Doc Rivers needs more than motivational tactics to reach James Harden
It only took 15 games of watching James Harden for Doc Rivers to get worked up. After a loss to the Detroit Pistons last night — the team’s third straight — where the 76ers got all eight points off the bench, the coach didn’t blame them for the lack of production.
“Well, they didn’t struggle, they didn’t have a lot of shots, in their defense,” Rivers said Thursday (by PhillyVoice). “I think during that period it was more James [Harden] than them. So, you know, yeah, it’s just a rough night.
He went on to say that his team looked lifeless, didn’t play together and remained on the offensive. One of the calling cards of a Harden-infected team is stagnation, with his teammates – or him – staring at the ball as token “ground spacers” while one guy – usually him – plays cake with it. a defender until they step back 3, execute a pick-and-roll, drive and kick/lob, foul, or make/miss a rim shot.
If that sentence sounded convoluted, it kind of was, but I wanted to describe a Harden offense in one sentence because it’s possible to describe a Harden offense in one sentence. You can’t really do that with guys like Chris Paul, Giannis Antetokuonmpo or Steph Curry because they make their teammates better on and off the ball.
Rivers has his own shortcomings as a coach and will lose a power struggle this offseason if Philly looks for a scapegoat for a disappointing playoff exit because Harden is Daryl Morey’s monster. The coach’s attacking system apparently only barks at teamwork and ball movement, while leaving it up to his players to figure out how they’re supposed to work together and move the ball with a goal, e.g. opposed to a simple hot potato around the perimeter. .
This time I wasn’t even trying to condense an offensive philosophy into one bite, it just happened that way. Doc’s strategy, or lack thereof, is one of the reasons why he oversaw a ton of playoff meltdowns.
However, he might not even get his team in a favorable position to breathe as the 76ers fell to fourth in the East, and could face a feisty Bulls team that brought back a few key players from injury. (Alex Caruso and Pat Williams both made clutch plays on the team comeback win over the Clippers Thursday, and Chicago – unlike Philly – continues to pull for each other despite their ups and downs.)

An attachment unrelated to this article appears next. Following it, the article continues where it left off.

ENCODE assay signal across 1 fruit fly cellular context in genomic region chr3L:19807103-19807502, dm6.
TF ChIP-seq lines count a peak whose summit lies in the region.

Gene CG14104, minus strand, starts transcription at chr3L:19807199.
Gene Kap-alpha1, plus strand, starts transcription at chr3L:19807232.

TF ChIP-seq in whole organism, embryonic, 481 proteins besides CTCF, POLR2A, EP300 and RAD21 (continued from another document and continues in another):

The Rivers-Harden combination should scare Sixers fans because, on the one hand, you have a player who only wants to play his way, and on the other, you have a coach trying to make him conform to a more theoretical system than X and Os.
Going to hell on a guy in the media is a motivational tactic, not a scheme change. If Harden ignores the game plan, that’s one thing. It’s an entirely different thing if Rivers kicks the ball around and expects the guys to be full Hoosiers without guidance.
In the middle is Joel Embiid, who had 37 and 15 boards in the loss. He attempted to share the lead role with Harden for a few games, falling short of his season average for field goal attempts (19), four of the first five games he played alongside his new running mate. Since then he’s said “Fuck it”, and got at least 19 shots in every appearance. The team is .500 in those 10 games and 9-6 overall when Harden adjusts.
I honestly think the Philadelphia faithful loved the iteration of this team which was Embiid doing the work of a yeoman on his way to an MVP, and a bunch of average to above average roleplayers and Tobias Harris filling in the shortcomings. Fans love the cohesion and chemistry – something that is continually taken for granted by the organization every time it “levels up” via trade.
We’ve seen teams make deep runs in the playoffs with two All-Stars and a plethora of scrubs, and the way they’re able to do that is as a collective. Yes, the big names do the heavy lifting, but the attention they demand allows extra players to fill in.
Killing Harden on Rivers’ comments is easy until you watch the guy leveling the criticism. If it was too late for Beard to change the game, what happened in Brooklyn last year when he turned into an enabler? Maybe he wants to get back to his old life when he was allowed by Mike D’Antoni and Morey to overindulge like parents who keep giving their child money despite an obvious drug problem.
The way he operates and the way he forced a trade with his former GM certainly speaks to that. If you had Harden regressing to his old self even though he might not have been his old self, congratulations, you’re the millionth writer to do so, and your prize is to throw your catch into the echo chamber with others.
That said, it’s up to the trainer to figure out how to get his new cornerstone to stick with his philosophy rather than letting him crumble at the bar of recoil and bitching about it.
There’s a multiverse where Embiid and Harden work together to make life miserable for the rest of the NBA. In this universe, Rivers is a competent coach and Harden is an exemplary teammate. This is not the case on the Earth we currently inhabit, but perhaps it could be.